It was a masterpiece by Patrick Mahomes and Jalen Hurts, something special that goes beyond the fact that they combined for 600 yards of total offense and seven touchdowns. Each time their teams needed them to answer, they did. It started as soon as the game did. Hurts took the Eagles down the field on the opening drive for a touchdown. Mahomes answered with a touchdown pass to Travis Kelce. Hurts answered that answer with a deep corner route to A.J. Brown. Even when Hurts fumbled, leading to a Chiefs touchdown, he made up for it, leading the Eagles to 10 unanswered points to end the first half.

And then, it was on. The Chiefs' second-half offensive possessions went like this: touchdown in 10 plays, touchdown in nine plays, touchdown in three plays, field goal in 12 plays. And it almost wasn't enough. We haven't seen a quarterback as good on third and fourth down in a Super Bowl as Hurts since ... Tom Brady against the Falcons, maybe? The Eagles were 11-of-18 on third down, so many of those conversions either Hurts squeezing through his snowplow of an offensive line or hitting passes that were a fingernail away from getting knocked down or intercepted. Philadelphia head coach Nick Sirianni was fearless, his offense converting two of two fourth-down attempts. [ESPN+]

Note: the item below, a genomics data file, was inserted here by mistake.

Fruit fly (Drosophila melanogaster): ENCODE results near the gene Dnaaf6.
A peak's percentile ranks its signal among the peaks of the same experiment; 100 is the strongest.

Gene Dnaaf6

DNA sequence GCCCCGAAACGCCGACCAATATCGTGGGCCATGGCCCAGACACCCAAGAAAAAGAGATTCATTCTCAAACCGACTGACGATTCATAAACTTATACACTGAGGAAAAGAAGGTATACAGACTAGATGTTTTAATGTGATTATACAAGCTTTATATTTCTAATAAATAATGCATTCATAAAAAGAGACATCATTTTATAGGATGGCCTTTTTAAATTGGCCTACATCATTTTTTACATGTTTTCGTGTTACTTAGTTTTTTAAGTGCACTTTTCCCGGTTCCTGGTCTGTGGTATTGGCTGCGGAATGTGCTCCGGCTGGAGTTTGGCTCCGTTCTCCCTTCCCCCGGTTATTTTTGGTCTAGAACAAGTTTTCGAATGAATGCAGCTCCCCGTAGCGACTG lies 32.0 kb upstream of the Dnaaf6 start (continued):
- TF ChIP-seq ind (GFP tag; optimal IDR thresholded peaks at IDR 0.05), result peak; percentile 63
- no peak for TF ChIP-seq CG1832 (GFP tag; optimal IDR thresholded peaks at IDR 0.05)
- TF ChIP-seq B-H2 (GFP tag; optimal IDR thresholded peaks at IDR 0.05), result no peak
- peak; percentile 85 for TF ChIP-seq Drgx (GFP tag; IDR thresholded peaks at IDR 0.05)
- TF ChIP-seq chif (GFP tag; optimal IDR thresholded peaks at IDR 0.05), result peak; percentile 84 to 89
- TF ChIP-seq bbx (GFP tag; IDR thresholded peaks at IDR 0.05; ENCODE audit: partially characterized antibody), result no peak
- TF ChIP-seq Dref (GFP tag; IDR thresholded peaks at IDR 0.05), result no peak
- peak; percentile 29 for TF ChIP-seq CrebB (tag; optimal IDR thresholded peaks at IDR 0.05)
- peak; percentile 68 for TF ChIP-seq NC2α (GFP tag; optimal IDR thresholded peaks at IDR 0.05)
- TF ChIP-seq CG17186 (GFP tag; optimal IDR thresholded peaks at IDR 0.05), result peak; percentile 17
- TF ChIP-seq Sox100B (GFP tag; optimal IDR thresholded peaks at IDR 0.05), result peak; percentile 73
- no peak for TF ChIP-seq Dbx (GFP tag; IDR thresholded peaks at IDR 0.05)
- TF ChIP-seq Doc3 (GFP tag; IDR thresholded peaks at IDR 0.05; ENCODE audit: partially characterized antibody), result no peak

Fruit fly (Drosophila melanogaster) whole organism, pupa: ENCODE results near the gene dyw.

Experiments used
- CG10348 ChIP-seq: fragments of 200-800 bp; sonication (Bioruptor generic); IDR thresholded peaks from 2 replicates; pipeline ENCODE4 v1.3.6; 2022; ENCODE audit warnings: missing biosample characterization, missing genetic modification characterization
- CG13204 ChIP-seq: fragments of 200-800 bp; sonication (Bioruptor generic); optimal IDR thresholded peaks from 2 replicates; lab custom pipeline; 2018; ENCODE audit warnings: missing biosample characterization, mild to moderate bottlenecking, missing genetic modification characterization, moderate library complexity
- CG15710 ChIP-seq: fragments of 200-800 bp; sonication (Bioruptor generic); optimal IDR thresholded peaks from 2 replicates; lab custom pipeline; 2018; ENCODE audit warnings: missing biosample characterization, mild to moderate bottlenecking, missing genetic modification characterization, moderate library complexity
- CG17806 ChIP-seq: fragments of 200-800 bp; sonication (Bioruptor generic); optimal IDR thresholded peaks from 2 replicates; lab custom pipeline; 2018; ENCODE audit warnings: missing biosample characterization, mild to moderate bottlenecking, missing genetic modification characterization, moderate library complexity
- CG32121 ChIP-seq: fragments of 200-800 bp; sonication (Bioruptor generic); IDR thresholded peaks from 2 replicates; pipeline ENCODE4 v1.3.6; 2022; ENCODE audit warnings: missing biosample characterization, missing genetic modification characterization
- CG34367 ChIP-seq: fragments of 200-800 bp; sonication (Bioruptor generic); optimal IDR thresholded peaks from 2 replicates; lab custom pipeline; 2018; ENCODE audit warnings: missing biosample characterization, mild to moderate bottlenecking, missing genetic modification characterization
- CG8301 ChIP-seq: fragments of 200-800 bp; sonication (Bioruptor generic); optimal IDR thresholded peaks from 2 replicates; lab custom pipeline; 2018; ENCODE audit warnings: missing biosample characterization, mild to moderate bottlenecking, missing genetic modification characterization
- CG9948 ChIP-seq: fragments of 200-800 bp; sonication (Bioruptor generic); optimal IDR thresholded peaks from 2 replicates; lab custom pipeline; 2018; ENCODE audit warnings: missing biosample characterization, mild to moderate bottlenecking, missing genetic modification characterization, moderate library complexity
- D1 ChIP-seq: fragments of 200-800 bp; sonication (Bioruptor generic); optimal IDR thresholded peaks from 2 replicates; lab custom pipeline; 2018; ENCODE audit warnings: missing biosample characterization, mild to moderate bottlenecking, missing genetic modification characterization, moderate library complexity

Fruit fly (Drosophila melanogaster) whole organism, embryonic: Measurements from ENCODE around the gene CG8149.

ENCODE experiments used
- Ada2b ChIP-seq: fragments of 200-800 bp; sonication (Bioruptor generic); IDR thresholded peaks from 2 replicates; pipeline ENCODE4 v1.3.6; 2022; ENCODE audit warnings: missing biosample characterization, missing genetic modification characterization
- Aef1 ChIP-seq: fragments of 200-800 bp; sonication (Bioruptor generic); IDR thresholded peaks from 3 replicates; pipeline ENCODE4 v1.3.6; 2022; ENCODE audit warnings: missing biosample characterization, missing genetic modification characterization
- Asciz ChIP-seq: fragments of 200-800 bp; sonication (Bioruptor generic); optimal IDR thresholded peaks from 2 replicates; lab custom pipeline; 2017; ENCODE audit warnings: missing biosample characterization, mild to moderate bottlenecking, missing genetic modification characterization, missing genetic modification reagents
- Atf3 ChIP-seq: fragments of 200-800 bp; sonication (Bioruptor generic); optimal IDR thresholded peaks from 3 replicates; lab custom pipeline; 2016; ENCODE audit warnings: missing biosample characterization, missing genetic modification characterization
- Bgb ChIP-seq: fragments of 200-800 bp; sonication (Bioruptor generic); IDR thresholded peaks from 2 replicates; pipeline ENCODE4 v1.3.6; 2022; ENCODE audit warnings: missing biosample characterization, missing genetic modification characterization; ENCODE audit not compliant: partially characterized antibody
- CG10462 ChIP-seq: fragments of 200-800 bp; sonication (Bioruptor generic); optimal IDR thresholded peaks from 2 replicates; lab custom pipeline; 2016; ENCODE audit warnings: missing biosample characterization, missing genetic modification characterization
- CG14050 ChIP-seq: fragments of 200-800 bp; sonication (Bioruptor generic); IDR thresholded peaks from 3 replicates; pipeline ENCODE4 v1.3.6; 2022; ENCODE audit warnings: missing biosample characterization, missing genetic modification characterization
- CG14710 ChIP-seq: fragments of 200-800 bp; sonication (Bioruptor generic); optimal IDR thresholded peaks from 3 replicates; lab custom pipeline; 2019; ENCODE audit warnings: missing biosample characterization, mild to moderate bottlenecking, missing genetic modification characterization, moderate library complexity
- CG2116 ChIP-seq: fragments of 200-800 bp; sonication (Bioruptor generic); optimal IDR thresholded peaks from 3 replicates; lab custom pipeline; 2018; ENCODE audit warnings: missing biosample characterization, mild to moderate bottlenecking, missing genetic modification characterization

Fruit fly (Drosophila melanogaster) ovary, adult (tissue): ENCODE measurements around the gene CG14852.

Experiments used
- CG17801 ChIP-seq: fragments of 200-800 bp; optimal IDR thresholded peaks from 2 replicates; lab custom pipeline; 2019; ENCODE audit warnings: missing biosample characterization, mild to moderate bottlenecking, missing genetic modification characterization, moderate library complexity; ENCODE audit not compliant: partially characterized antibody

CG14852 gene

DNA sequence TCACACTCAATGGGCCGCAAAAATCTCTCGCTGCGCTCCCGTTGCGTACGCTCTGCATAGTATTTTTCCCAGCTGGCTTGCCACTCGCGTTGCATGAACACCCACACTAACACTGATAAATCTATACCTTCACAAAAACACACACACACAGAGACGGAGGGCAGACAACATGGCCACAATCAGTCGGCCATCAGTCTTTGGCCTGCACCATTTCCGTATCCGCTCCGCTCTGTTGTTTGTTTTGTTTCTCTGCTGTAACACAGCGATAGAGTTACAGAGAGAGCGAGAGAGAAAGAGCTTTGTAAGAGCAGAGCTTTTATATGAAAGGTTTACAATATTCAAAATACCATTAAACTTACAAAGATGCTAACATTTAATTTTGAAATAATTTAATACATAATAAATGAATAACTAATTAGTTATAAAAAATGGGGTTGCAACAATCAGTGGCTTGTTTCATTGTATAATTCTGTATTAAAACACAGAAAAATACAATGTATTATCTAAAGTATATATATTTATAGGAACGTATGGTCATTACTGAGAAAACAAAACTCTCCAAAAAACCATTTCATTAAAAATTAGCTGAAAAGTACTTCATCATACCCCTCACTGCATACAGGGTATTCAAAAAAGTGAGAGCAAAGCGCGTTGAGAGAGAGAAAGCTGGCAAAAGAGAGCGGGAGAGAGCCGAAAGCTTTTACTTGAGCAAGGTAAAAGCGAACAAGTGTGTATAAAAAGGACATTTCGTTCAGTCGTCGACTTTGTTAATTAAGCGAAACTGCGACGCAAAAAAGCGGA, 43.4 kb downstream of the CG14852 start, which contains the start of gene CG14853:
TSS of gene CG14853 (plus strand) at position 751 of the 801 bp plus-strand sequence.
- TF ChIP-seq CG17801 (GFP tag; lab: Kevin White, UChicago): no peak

What could've been

Bo Wulf | The Athletic ($)

But being on the losing end of it, greatest game or not? That's always going to sting.

From Bo Wulf's observations of the Eagles' locker room postgame:

“You made this journey awesome,” Sirianni said.

Kelce, the 35-year-old gravelly voice of the team, nodded and thanked Sirianni in return as they embraced. Then he shook his head.

“It’s hard to get here.”

After falling painfully short in a 38-35 classic, the 2022 Eagles will forever be left with regret. They will be haunted by what-ifs about fumbles, penalties, missed tackles and questionable decisions. They will wonder what would have happened if only Hurts and the offense had gotten the ball in the end with enough time to go win the game. Most of all, they will lament that this group they consider special did not get to celebrate together.

“We had a shot, man,” said defensive end Josh Sweat. “Beautiful year, man. It was beautiful and I just wanted it for these guys, man. I’m hurt. I just wanted to see this group get it done.

“I didn’t even think about me and what I wanted. I just wanted it for the people I play next to. I just wanted them to have a smile on they face at the end of it. That’s all it was, man. I know it sounds soft as hell, but I really just wanted them to have a good time. That’s all it was.” [The Athletic]

What a team. What a run. What a bitter ending.